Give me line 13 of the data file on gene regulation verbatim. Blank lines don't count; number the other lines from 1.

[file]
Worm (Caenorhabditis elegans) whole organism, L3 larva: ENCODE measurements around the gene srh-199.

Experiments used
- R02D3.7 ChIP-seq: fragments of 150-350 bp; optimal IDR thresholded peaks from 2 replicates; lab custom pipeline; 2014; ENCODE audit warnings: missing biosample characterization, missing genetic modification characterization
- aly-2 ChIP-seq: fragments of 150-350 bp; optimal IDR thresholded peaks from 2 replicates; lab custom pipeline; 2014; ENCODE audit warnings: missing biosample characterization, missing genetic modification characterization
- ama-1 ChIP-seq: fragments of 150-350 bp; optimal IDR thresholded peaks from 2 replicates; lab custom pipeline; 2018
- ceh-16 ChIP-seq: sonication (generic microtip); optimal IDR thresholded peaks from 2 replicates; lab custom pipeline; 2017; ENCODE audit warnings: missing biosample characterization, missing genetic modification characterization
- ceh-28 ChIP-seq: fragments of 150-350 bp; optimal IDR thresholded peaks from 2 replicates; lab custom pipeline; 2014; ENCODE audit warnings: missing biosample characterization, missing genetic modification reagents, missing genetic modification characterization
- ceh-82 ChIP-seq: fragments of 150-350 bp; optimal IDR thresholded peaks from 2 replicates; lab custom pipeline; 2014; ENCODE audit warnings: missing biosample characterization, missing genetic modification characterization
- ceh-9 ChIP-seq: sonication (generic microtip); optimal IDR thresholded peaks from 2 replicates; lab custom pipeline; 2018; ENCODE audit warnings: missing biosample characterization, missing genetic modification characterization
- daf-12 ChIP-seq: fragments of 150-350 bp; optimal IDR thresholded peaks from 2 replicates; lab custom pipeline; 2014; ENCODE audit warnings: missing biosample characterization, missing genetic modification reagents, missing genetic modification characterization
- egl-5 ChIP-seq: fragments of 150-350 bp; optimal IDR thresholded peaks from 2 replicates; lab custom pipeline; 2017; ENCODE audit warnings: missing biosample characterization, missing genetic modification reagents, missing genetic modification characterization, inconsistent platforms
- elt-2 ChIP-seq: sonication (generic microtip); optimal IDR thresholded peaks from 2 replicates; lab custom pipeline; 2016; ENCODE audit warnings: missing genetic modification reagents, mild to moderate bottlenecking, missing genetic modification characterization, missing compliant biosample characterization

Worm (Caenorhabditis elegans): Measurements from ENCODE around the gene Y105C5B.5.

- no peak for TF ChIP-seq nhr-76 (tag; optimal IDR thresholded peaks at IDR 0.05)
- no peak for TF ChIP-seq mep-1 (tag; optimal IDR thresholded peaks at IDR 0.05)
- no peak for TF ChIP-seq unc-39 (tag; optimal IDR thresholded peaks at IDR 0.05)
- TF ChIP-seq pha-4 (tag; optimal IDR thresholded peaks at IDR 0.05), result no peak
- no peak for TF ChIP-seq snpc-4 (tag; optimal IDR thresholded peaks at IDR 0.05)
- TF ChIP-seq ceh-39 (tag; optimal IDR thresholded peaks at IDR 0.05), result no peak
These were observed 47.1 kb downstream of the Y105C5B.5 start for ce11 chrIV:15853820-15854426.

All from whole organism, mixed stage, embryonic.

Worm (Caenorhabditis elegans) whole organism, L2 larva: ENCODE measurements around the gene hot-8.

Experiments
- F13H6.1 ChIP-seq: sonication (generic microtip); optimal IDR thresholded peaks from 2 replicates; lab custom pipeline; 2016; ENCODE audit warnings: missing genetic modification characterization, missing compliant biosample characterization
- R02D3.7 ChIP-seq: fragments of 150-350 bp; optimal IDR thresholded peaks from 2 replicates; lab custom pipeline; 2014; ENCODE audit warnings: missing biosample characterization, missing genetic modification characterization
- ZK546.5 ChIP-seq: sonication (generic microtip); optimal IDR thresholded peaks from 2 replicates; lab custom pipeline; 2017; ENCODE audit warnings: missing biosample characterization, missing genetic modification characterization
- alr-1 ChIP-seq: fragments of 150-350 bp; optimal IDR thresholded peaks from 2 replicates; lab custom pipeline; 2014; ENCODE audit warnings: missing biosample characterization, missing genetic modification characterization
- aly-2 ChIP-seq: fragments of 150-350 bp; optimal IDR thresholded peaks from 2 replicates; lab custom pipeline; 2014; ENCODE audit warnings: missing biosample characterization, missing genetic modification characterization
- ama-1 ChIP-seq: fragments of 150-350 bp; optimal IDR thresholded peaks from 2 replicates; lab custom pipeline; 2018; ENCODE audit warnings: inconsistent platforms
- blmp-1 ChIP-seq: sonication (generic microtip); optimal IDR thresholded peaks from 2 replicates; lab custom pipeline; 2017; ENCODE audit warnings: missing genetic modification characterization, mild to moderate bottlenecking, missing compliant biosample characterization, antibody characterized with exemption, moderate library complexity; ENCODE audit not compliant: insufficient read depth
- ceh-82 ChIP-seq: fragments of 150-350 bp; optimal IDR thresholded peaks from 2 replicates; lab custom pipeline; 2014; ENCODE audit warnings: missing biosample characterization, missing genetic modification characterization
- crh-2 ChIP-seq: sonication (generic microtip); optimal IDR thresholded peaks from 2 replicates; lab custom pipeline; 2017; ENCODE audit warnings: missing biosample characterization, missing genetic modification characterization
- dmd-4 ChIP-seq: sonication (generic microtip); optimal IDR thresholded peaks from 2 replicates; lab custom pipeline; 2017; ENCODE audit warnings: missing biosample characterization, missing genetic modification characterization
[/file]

Worm (Caenorhabditis elegans): Measurements from ENCODE around the gene Y105C5B.5.